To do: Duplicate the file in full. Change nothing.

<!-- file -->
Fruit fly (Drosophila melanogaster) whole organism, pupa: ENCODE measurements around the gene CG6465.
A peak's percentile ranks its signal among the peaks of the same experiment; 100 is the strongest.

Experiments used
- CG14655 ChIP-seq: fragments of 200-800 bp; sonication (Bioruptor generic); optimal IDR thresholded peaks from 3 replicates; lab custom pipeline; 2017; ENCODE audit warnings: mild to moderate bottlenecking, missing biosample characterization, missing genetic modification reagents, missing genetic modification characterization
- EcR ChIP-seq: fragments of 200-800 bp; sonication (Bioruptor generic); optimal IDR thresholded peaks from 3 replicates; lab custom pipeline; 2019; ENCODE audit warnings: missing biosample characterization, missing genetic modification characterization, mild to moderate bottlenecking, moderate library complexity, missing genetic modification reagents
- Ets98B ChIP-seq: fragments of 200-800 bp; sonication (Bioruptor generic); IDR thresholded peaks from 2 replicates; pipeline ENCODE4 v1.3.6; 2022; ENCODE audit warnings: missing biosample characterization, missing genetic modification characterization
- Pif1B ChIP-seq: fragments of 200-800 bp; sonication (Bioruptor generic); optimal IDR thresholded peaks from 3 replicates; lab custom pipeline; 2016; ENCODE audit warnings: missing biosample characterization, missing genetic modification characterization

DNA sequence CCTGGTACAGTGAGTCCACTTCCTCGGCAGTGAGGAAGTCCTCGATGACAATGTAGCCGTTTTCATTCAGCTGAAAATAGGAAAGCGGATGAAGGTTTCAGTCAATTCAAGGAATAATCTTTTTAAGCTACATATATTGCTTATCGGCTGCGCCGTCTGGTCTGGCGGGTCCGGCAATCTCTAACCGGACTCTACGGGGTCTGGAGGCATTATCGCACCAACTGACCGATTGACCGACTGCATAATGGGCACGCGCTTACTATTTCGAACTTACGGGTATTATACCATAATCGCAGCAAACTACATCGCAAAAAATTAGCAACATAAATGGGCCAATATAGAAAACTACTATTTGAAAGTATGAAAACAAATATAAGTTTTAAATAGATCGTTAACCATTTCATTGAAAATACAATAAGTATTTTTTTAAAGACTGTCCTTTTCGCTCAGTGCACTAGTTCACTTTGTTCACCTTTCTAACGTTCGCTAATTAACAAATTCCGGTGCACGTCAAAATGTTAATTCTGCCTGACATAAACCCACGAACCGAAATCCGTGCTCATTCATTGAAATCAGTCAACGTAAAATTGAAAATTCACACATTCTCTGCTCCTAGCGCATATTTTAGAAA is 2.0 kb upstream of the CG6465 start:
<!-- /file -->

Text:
Fruit fly (Drosophila melanogaster) whole organism, pupa: ENCODE measurements around the gene CG6465.
A peak's percentile ranks its signal among the peaks of the same experiment; 100 is the strongest.

Experiments used
- CG14655 ChIP-seq: fragments of 200-800 bp; sonication (Bioruptor generic); optimal IDR thresholded peaks from 3 replicates; lab custom pipeline; 2017; ENCODE audit warnings: mild to moderate bottlenecking, missing biosample characterization, missing genetic modification reagents, missing genetic modification characterization
- EcR ChIP-seq: fragments of 200-800 bp; sonication (Bioruptor generic); optimal IDR thresholded peaks from 3 replicates; lab custom pipeline; 2019; ENCODE audit warnings: missing biosample characterization, missing genetic modification characterization, mild to moderate bottlenecking, moderate library complexity, missing genetic modification reagents
- Ets98B ChIP-seq: fragments of 200-800 bp; sonication (Bioruptor generic); IDR thresholded peaks from 2 replicates; pipeline ENCODE4 v1.3.6; 2022; ENCODE audit warnings: missing biosample characterization, missing genetic modification characterization
- Pif1B ChIP-seq: fragments of 200-800 bp; sonication (Bioruptor generic); optimal IDR thresholded peaks from 3 replicates; lab custom pipeline; 2016; ENCODE audit warnings: missing biosample characterization, missing genetic modification characterization

DNA sequence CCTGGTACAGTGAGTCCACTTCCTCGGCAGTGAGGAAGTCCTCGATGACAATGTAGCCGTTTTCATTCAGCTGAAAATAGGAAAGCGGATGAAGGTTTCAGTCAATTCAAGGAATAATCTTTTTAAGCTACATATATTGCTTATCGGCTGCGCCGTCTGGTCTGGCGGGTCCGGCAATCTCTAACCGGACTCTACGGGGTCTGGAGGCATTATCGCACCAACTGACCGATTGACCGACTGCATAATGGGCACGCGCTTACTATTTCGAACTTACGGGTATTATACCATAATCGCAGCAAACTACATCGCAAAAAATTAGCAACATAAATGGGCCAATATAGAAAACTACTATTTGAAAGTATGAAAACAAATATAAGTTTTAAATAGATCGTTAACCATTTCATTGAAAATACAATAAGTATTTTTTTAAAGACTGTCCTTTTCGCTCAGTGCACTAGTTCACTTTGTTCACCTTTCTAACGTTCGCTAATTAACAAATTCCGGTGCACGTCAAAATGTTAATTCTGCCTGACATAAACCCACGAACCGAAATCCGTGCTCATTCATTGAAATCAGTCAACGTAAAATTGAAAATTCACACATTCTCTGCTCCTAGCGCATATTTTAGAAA is 2.0 kb upstream of the CG6465 start: